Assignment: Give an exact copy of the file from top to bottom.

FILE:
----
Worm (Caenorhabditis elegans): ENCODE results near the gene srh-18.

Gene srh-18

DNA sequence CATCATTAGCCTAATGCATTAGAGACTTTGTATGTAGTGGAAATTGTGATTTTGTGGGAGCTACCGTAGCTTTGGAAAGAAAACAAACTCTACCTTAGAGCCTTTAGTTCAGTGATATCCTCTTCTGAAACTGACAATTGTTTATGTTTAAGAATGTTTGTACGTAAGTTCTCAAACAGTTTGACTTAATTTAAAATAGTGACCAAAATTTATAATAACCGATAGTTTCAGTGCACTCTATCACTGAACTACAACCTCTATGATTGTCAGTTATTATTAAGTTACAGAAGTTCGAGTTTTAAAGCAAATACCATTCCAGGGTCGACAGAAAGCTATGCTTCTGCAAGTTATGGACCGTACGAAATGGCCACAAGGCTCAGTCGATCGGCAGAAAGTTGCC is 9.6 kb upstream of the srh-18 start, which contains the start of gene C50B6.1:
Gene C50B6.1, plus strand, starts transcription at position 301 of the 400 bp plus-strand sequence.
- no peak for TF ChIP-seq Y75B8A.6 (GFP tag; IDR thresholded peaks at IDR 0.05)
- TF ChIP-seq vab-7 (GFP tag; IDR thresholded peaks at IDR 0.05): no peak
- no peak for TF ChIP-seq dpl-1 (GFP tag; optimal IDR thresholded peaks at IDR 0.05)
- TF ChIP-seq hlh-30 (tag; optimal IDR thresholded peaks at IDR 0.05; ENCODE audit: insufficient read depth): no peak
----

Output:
Worm (Caenorhabditis elegans): ENCODE results near the gene srh-18.

Gene srh-18

DNA sequence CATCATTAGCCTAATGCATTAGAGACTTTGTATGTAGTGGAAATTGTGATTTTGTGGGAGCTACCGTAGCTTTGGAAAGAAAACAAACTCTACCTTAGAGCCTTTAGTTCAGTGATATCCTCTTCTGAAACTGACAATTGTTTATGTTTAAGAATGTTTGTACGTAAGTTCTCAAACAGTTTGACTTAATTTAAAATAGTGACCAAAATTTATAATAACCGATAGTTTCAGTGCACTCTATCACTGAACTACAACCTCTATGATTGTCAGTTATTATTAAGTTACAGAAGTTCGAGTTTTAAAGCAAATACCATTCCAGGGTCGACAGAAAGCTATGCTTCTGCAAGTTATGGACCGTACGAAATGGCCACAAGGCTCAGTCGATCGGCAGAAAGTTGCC is 9.6 kb upstream of the srh-18 start, which contains the start of gene C50B6.1:
Gene C50B6.1, plus strand, starts transcription at position 301 of the 400 bp plus-strand sequence.
- no peak for TF ChIP-seq Y75B8A.6 (GFP tag; IDR thresholded peaks at IDR 0.05)
- TF ChIP-seq vab-7 (GFP tag; IDR thresholded peaks at IDR 0.05): no peak
- no peak for TF ChIP-seq dpl-1 (GFP tag; optimal IDR thresholded peaks at IDR 0.05)
- TF ChIP-seq hlh-30 (tag; optimal IDR thresholded peaks at IDR 0.05; ENCODE audit: insufficient read depth): no peak